Blah Blah Blog – All Access

A post from my Marvel blog of the last decade, this one talking about making sure that individual issues are new reader friendly.

All Access

June 18, 2008 | 1:00 AM | By Tom_Brevoort | In General

So let’s talk about a recurring topic for a few seconds: accessibility in comics.

In the old days, there was a mantra that “every comic book is some reader’s first comic book”, and a real importance was placed upon making sure that a reader had a fighting chance at understanding the story that was being placed in front of him—that simple things like the characters’ names and the locales in which the story was taking place, and the individual plot-concepts that drove the narrative were all established and explained every issue. Sometimes this need to re-establish would go to absurd lengths, but the feeling was that every book needed to be comprehensible to a novice audience.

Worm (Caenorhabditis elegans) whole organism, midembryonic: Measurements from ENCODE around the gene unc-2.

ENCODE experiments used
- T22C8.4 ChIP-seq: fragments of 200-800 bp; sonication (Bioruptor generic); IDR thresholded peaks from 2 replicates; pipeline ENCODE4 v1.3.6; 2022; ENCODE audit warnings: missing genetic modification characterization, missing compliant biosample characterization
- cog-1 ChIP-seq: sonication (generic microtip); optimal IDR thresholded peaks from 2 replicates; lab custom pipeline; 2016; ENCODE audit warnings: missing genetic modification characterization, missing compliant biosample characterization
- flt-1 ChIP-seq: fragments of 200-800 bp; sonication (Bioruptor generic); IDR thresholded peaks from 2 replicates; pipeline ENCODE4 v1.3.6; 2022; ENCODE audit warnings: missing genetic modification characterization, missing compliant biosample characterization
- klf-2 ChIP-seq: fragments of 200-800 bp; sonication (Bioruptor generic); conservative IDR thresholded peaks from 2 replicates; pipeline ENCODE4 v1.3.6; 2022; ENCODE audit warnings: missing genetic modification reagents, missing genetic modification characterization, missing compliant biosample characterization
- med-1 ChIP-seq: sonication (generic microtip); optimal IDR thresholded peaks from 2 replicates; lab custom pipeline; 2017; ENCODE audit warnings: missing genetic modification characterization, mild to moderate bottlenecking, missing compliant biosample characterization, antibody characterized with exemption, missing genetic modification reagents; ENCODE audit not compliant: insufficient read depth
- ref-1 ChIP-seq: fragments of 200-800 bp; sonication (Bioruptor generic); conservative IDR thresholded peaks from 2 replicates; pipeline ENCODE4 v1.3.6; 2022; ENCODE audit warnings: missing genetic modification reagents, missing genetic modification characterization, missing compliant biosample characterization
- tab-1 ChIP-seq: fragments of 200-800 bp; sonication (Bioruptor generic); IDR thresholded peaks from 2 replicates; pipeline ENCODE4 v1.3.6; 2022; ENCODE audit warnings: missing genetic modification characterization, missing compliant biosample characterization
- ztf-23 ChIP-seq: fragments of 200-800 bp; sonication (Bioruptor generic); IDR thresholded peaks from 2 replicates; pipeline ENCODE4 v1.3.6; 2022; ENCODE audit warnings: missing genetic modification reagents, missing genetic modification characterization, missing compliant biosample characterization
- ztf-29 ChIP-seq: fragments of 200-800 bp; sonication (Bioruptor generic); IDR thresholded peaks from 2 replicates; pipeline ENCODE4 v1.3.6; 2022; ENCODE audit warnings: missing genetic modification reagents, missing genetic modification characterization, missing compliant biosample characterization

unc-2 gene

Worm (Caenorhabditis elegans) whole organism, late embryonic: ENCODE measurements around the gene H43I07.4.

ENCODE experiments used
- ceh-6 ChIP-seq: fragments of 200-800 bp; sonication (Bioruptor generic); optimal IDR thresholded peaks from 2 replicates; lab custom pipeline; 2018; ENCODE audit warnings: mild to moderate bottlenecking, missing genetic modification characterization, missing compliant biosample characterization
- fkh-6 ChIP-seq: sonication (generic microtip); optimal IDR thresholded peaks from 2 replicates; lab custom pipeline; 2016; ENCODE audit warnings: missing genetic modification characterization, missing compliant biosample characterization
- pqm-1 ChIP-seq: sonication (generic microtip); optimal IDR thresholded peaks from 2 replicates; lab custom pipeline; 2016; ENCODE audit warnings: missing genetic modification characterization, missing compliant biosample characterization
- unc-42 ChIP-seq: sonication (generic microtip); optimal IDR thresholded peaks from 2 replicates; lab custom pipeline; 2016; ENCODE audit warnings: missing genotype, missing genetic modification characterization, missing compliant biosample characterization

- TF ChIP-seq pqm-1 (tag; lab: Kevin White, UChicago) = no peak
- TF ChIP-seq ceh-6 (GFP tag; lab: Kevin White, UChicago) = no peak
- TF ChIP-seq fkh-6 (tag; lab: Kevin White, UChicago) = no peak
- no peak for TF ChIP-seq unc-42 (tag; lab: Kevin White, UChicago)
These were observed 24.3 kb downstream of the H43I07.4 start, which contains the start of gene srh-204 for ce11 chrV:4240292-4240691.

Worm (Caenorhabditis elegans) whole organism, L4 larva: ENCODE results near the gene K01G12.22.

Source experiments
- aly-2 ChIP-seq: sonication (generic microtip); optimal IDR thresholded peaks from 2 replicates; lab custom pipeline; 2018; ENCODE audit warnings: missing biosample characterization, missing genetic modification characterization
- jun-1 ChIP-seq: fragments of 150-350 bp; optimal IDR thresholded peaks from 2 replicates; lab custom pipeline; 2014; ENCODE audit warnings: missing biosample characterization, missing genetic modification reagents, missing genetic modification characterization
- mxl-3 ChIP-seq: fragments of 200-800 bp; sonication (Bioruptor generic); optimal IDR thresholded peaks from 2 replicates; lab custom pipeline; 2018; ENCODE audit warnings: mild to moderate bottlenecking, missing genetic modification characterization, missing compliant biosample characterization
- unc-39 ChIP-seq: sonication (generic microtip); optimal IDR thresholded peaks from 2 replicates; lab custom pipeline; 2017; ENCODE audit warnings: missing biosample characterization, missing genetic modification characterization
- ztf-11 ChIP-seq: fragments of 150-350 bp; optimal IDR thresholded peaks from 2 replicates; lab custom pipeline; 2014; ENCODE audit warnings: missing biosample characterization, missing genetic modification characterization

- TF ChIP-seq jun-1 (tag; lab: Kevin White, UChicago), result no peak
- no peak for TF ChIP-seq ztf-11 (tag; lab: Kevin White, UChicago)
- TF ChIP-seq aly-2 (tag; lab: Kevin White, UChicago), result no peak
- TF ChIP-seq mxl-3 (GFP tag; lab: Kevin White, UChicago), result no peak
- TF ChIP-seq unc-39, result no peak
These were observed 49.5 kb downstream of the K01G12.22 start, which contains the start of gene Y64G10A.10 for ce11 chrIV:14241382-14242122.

Nowadays, with the advances in sophistication in terms of the storytelling styles of most comics, the older average age of the readership, and the fact that virtually every issue is likely to become a component of an eventual Trade Paperback collection down the line, the goalposts have shifted somewhat. One of the reasons we instituted the recap pages in almost all of our regular titles was in an attempt to remove some of the burden of the need to recap on the fly from the backs of our writers and artists—because, when you put six issues of a storyline back-to-back in a collected edition, it gets a little bit tedious for there to be a caption explaining the intricacies of Cyclops’ powers every 22 pages or so.